Christians who before their conversion received false comfort from Artemis by viewing the zodiacal signs so prominently depicted on her cultic image and assuming that their goddess held sway over the “powers” controlling fate would now experience true and profound comfort knowing that they had been chosen by God before the foundation of the world. There would be no reason for these converts to consult either Artemis or any other pagan deity for oracular advice. Their fate does not rest in the whims of hostile spiritual “powers.” Their future is secure and blessed by virtue of their election in Christ. (Arnold: 128, 129)
The importance of the Holy Spirit-inspired author’s intent (in this case Paul’s) is a key foundation for hermeneutics.4Paul wrote to comfort his readers that they were secure in Christ and to exhort them to stand (Ephesians 6:11, 14). They have the gospel; the mystery religions and their shamans have nothing to offer. They are secure in Christ.
We are Christ’s Inheritance
A key translation issue must be addressed before the issue of transfer of dominion can be understood in proper Biblical context. The issue arises in Ephesians 1:11. Here the NASB is not the best translation and misses the point. However, the HCSB is much better: In Him we were also made His inheritance, predestined according to the purpose of the One who works out everything in agreement with the decision of His will, (Ephesians 1:11 HCSB). It is true that we do have an inheritance (NASB) but the point here is that we are Christ’s inheritance as was promised to Him by the Father:
“I will surely tell of the decree of the Lord: He said to Me, ‘You are My Son, Today I have begotten You. Ask of Me, and I will surely give the nations as Your inheritance, And the very ends of the earth as Your possession.'” (Psalm 2:7, 8)
This passage from Psalm 2 is identified as Messianic in several NT passages including Acts 13:33 and Hebrews 1:5. Those who believe are part of God’s inheritance promised to the Son. We were previously under the hostile powers (evil spirit beings) but now are under Christ who has all authority and power.
F. F. Bruce offers this translation of Ephesians 1:11: “It was in Christ, too, that we were claimed by God as his portion, having been foreordained according to the purpose of him who works all things according to the counsel of his will.” Bruce comments:
The verb translated “we were claimed … as his portion” has been rendered more freely in a number of recent versions. In the RSV it is taken together with the following participle and rendered comprehensively “we … have been destined and appointed.” The NEB less freely, renders it “we have been given our share in the heritage.” The NIV renders it “we were … chosen.” But we are dealing with a passive form of the verb which means “appoint by lot,” “allot,” “assign,” and the passive sense should be brought out unless there is good reason to the contrary. The reason for the rendering “we were claimed by God as his portion” (rather than “we were assigned our portion”) is that it is in keeping with OT precedent. In the Song of Moses (Deut. 32:8-9) the nations of the world are assigned to various angelic beings (“the sons of God”), but Yahweh retains Israel as his personal possession:“for the Lord’s portion is his people, Jacob his allotted heritage.” So here, believers in Christ are God’s chosen people, claimed by him as his portion or heritage. That this is the sense is confirmed by the reference in v. 18 to “the glorious wealth of his inheritance in the saints.”5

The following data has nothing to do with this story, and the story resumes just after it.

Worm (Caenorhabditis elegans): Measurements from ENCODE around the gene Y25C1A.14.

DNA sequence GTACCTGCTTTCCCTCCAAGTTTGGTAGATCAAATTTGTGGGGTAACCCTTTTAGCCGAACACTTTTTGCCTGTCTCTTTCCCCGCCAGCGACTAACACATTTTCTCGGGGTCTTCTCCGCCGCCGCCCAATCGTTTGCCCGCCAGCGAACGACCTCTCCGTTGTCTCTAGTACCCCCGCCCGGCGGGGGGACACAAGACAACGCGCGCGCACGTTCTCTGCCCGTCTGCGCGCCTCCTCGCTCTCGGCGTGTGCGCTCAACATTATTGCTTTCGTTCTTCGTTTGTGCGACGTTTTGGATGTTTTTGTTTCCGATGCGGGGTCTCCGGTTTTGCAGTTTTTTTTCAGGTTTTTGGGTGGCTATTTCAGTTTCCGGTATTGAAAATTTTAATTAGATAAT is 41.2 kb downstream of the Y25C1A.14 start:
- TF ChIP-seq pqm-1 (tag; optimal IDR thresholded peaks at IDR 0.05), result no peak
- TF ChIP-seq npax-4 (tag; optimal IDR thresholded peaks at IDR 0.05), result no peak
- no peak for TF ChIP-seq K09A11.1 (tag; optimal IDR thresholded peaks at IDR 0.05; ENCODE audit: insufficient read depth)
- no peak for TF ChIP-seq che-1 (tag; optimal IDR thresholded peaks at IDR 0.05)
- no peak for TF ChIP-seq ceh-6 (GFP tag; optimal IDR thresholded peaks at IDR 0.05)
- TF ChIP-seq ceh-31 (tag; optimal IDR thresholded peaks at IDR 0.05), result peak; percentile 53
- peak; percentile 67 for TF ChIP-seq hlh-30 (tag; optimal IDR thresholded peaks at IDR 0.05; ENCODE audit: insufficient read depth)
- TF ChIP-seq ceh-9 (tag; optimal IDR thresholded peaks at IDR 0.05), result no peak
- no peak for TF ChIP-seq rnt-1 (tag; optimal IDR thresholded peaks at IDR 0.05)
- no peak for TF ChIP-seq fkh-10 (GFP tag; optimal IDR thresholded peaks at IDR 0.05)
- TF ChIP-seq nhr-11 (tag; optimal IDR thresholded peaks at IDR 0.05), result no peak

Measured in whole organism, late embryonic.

Paul’s intent in Ephesians is to assure the saints that God has delivered them from the hostile powers that are assigned over the pagans and made them His own inheritance. God the Father promised God the Son that He would give him the nations as His inheritance. The Son is not about to lose his inheritance to the principalities and powers (evil spiritual forces) that are assigned to the pagans. We are safe. F. F. Bruce mentioned Ephesians 1:18 as well. Paul wrote, “I pray that the eyes of your heart may be enlightened, so that you may know what is the hope of His calling, what are the riches of the glory of His inheritance in the saints” (Ephesians 1:18).
Before discussing the important matter of “enlightenment,” which was also offered by the false religions of Asia Minor, we need to explain the phrase “His inheritance in the saints” which has always seemed enigmatic to me. With the idea that we are His inheritance, we can begin to make sense of “in the saints.” The dative case in the Greek is likely a “dative of sphere” which means that the point of Paul’s prayer is that we are in the sphere of God’s inheritance, part of His lot. Thus the translation “among the saints” (HCSB; NRSV) brings out idea of the sphere of God’s inheritance. A. T. Lincoln comments: “Here his inheritance involves the people of God from both Jews and Gentiles, for it is [en tois agiois], ‘among the saints.'”6
We, those who “have been enlightened” (or “having been enlightened” – perfect, passive, participle; i.e. by God), are the subject of Paul’s prayer that we realize the many implications of our mutual salvation (Ephesians 1:16 -18). One of those implications is that we are His inheritance, thus no longer under the spiritual powers of darkness as we would be if we were still in darkness.